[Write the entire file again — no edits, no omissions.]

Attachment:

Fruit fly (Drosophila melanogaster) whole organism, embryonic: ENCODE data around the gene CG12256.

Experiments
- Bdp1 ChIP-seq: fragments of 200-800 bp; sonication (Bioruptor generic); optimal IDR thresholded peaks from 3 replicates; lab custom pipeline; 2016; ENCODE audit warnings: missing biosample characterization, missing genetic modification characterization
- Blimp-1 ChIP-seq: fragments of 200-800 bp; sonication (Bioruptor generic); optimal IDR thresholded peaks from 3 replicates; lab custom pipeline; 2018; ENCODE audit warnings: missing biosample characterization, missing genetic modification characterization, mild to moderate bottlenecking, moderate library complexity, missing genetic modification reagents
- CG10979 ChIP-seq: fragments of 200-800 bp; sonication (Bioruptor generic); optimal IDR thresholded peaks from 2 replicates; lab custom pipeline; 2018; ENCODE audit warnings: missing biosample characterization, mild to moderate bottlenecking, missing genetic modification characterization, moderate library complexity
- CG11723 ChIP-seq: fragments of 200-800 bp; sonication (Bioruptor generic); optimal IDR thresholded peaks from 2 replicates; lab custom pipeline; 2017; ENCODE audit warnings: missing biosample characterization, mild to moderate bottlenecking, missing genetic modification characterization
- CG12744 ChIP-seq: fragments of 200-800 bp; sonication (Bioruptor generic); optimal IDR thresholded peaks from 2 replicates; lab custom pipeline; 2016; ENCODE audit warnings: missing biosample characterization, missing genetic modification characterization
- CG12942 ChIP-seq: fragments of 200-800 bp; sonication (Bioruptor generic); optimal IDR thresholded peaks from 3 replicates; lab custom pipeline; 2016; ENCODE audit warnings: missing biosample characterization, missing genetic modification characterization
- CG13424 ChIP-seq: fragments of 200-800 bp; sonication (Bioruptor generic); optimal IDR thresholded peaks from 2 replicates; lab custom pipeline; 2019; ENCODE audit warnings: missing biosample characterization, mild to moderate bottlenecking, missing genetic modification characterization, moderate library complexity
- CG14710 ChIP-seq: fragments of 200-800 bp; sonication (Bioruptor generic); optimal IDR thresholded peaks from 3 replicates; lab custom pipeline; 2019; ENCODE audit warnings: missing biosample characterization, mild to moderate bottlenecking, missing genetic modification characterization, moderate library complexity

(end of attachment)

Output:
Fruit fly (Drosophila melanogaster) whole organism, embryonic: ENCODE data around the gene CG12256.

Experiments
- Bdp1 ChIP-seq: fragments of 200-800 bp; sonication (Bioruptor generic); optimal IDR thresholded peaks from 3 replicates; lab custom pipeline; 2016; ENCODE audit warnings: missing biosample characterization, missing genetic modification characterization
- Blimp-1 ChIP-seq: fragments of 200-800 bp; sonication (Bioruptor generic); optimal IDR thresholded peaks from 3 replicates; lab custom pipeline; 2018; ENCODE audit warnings: missing biosample characterization, missing genetic modification characterization, mild to moderate bottlenecking, moderate library complexity, missing genetic modification reagents
- CG10979 ChIP-seq: fragments of 200-800 bp; sonication (Bioruptor generic); optimal IDR thresholded peaks from 2 replicates; lab custom pipeline; 2018; ENCODE audit warnings: missing biosample characterization, mild to moderate bottlenecking, missing genetic modification characterization, moderate library complexity
- CG11723 ChIP-seq: fragments of 200-800 bp; sonication (Bioruptor generic); optimal IDR thresholded peaks from 2 replicates; lab custom pipeline; 2017; ENCODE audit warnings: missing biosample characterization, mild to moderate bottlenecking, missing genetic modification characterization
- CG12744 ChIP-seq: fragments of 200-800 bp; sonication (Bioruptor generic); optimal IDR thresholded peaks from 2 replicates; lab custom pipeline; 2016; ENCODE audit warnings: missing biosample characterization, missing genetic modification characterization
- CG12942 ChIP-seq: fragments of 200-800 bp; sonication (Bioruptor generic); optimal IDR thresholded peaks from 3 replicates; lab custom pipeline; 2016; ENCODE audit warnings: missing biosample characterization, missing genetic modification characterization
- CG13424 ChIP-seq: fragments of 200-800 bp; sonication (Bioruptor generic); optimal IDR thresholded peaks from 2 replicates; lab custom pipeline; 2019; ENCODE audit warnings: missing biosample characterization, mild to moderate bottlenecking, missing genetic modification characterization, moderate library complexity
- CG14710 ChIP-seq: fragments of 200-800 bp; sonication (Bioruptor generic); optimal IDR thresholded peaks from 3 replicates; lab custom pipeline; 2019; ENCODE audit warnings: missing biosample characterization, mild to moderate bottlenecking, missing genetic modification characterization, moderate library complexity